• Cluster munitions pose an immediate threat to civilians during conflict by randomly scattering submunitions or bomblets over a wide area. They continue to pose a threat post-conflict by leaving remnants, including submunitions that fail to explode upon impact becoming de facto landmines. The 2008 Convention on Cluster Munitions prohibits the use, production, transfer, and stockpiling of cluster munitions. It also requires destruction of stockpiles, clearance of areas contaminated by remnants, and victim assistance. More than 110 states have joined the Convention on Cluster Munitions and are working to implement its provisions.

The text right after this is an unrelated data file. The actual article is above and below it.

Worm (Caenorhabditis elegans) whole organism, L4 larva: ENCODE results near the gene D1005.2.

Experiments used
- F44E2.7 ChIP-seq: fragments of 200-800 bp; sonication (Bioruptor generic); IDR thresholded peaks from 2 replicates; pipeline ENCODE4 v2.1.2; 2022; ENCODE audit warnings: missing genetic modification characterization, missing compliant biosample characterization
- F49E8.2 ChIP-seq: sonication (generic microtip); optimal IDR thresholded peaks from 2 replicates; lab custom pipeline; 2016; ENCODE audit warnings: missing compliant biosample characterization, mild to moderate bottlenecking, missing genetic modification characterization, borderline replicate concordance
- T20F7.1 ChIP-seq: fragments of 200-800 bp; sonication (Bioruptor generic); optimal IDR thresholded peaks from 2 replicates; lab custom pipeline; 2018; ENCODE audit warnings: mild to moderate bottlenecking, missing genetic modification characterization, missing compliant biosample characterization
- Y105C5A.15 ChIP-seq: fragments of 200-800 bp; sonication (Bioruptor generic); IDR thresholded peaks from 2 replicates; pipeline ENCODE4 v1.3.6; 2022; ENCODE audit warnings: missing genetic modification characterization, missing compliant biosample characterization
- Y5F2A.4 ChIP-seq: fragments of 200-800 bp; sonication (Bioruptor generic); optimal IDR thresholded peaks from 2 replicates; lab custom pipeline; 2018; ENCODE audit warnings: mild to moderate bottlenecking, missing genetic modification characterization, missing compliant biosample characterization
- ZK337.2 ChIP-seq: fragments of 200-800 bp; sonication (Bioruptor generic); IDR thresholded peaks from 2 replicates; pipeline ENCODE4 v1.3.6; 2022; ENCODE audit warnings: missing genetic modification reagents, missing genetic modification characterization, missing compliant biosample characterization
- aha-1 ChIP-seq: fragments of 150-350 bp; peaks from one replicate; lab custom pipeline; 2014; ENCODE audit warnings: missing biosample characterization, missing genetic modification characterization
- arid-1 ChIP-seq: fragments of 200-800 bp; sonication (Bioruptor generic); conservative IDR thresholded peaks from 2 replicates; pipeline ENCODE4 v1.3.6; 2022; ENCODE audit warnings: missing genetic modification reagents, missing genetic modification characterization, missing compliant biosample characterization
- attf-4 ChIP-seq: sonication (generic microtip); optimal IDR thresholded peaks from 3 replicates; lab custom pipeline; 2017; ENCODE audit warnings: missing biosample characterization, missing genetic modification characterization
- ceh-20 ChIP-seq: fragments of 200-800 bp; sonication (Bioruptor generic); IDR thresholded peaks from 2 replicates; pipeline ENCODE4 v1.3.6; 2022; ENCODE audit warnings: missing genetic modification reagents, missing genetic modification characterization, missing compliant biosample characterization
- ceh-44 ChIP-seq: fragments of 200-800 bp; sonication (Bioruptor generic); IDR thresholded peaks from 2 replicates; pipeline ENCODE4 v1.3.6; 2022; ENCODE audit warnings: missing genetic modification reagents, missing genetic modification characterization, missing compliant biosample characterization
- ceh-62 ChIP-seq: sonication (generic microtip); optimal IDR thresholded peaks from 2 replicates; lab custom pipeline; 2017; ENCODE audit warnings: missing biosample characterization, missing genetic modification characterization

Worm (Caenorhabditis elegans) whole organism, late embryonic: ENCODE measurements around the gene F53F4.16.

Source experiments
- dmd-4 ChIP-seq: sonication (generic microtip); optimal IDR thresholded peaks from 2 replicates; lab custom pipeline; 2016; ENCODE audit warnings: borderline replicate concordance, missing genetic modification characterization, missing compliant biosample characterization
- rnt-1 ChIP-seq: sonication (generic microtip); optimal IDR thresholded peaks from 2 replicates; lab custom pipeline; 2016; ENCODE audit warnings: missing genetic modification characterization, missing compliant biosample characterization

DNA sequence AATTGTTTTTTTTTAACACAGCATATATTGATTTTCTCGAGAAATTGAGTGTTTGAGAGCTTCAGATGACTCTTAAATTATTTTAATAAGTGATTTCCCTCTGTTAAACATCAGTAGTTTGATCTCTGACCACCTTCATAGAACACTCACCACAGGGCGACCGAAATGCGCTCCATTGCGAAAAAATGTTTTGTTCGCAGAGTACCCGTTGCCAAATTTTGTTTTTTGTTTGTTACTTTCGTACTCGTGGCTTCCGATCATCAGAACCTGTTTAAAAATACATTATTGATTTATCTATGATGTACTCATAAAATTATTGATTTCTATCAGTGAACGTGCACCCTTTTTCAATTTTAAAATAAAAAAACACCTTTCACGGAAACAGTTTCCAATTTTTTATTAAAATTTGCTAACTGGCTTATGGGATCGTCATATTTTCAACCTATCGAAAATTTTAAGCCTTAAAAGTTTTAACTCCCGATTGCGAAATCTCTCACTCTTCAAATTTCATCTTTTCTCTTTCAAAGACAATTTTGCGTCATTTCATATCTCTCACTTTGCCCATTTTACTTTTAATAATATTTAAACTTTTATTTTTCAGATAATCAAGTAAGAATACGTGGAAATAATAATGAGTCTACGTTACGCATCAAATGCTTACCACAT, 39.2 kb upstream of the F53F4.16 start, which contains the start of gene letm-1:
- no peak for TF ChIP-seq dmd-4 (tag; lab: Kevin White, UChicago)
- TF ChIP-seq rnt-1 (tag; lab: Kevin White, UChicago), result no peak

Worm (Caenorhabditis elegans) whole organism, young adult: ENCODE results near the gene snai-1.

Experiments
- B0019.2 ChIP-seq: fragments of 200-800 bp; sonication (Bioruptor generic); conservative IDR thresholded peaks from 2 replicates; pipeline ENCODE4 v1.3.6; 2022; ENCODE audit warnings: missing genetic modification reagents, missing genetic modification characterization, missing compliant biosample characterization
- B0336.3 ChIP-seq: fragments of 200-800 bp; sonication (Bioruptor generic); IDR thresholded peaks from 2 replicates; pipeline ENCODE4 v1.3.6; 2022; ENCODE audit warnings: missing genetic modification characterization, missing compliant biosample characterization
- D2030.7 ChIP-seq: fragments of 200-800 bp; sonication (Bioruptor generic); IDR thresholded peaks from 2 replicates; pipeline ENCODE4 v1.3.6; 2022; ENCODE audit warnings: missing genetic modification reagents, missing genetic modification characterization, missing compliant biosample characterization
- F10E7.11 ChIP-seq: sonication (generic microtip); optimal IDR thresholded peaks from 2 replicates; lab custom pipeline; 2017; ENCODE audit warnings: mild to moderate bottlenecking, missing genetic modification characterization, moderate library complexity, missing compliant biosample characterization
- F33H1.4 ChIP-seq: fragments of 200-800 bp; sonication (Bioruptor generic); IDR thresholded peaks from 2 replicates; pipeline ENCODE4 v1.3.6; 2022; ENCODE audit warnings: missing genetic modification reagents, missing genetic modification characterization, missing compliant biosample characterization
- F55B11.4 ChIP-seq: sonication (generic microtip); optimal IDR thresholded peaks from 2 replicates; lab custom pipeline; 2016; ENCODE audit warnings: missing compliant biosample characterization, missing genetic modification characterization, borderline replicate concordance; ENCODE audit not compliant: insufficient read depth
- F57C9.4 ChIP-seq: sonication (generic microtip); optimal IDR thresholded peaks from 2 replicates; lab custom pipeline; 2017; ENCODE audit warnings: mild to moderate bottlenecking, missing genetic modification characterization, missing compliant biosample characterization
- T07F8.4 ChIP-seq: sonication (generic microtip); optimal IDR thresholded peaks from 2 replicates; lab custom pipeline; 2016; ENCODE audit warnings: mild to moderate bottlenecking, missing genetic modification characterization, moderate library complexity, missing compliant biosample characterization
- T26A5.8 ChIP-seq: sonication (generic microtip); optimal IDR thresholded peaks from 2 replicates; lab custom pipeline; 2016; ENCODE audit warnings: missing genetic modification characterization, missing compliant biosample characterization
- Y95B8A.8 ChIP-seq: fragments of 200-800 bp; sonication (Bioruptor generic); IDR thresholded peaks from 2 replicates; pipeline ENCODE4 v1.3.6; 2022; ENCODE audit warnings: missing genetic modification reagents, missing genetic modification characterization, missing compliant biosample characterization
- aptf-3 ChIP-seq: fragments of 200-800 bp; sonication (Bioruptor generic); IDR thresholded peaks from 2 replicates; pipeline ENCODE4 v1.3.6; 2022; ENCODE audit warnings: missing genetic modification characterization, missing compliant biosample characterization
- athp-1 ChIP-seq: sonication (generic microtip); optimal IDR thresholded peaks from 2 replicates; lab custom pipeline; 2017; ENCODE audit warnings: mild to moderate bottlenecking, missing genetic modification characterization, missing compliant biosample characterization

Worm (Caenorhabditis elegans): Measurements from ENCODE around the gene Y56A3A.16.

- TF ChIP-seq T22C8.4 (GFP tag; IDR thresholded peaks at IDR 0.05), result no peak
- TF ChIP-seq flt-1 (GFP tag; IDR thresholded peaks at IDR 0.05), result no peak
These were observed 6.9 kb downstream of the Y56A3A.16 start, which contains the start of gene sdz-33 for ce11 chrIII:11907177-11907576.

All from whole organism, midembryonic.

Human Rights Watch is a founding member of the Cluster Munition Coalition and contributes to its annual Cluster Munition Monitor report.

     

     

  • Apr 15, 2015
    Evidence indicates that Sudan dropped cluster bombs on civilian areas of Southern Kordofan’s Nuba Mountains in February and March 2015.
  • Mar 28, 2015
    The Saudi Arabia-led coalition of Arab countries that conducted airstrikes in Yemen on March 26 and 27, 2015, killed at least 11 and possibly as many as 34 civilians during the first day of bombings in Sanaa, the capital, Human Rights Watch said today. The 11 dead included 2 children and 2 women. Saudi and other warplanes also carried out strikes on apparent targets in the cities of Saada, Hodaida, Taiz, and Aden.

Reports

Cluster Munitions